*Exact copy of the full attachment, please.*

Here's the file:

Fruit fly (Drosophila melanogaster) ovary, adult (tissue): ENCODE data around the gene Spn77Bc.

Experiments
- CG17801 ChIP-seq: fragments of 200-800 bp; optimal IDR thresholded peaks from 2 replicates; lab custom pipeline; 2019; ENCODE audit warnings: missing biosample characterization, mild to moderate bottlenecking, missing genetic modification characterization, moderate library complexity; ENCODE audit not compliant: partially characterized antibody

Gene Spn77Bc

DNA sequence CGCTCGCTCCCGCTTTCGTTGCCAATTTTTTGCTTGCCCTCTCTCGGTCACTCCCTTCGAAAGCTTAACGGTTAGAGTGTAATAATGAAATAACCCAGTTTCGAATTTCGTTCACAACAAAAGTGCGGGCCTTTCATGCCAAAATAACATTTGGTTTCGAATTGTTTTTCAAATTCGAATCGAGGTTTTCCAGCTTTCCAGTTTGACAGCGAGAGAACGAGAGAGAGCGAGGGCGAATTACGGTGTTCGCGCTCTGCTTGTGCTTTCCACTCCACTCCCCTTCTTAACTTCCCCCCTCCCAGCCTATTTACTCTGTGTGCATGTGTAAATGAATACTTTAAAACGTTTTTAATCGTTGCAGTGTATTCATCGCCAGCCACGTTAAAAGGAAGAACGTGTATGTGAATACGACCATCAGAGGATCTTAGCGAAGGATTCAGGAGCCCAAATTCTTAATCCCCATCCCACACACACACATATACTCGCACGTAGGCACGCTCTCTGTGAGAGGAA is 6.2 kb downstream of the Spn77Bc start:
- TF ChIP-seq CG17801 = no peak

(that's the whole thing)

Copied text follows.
Fruit fly (Drosophila melanogaster) ovary, adult (tissue): ENCODE data around the gene Spn77Bc.

Experiments
- CG17801 ChIP-seq: fragments of 200-800 bp; optimal IDR thresholded peaks from 2 replicates; lab custom pipeline; 2019; ENCODE audit warnings: missing biosample characterization, mild to moderate bottlenecking, missing genetic modification characterization, moderate library complexity; ENCODE audit not compliant: partially characterized antibody

Gene Spn77Bc

DNA sequence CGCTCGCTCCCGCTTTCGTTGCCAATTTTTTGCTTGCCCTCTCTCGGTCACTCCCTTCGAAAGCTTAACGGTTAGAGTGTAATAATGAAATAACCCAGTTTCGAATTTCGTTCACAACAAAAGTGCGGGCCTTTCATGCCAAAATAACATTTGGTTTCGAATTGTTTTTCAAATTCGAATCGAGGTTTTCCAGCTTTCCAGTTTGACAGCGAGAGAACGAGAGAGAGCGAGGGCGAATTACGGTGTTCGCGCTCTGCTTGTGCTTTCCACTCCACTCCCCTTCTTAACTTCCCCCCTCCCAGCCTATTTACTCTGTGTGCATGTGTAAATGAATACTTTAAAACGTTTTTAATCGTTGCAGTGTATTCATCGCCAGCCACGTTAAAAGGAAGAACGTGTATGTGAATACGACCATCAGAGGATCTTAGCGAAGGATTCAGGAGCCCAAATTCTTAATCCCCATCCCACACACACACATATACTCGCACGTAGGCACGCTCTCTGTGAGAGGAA is 6.2 kb downstream of the Spn77Bc start:
- TF ChIP-seq CG17801 = no peak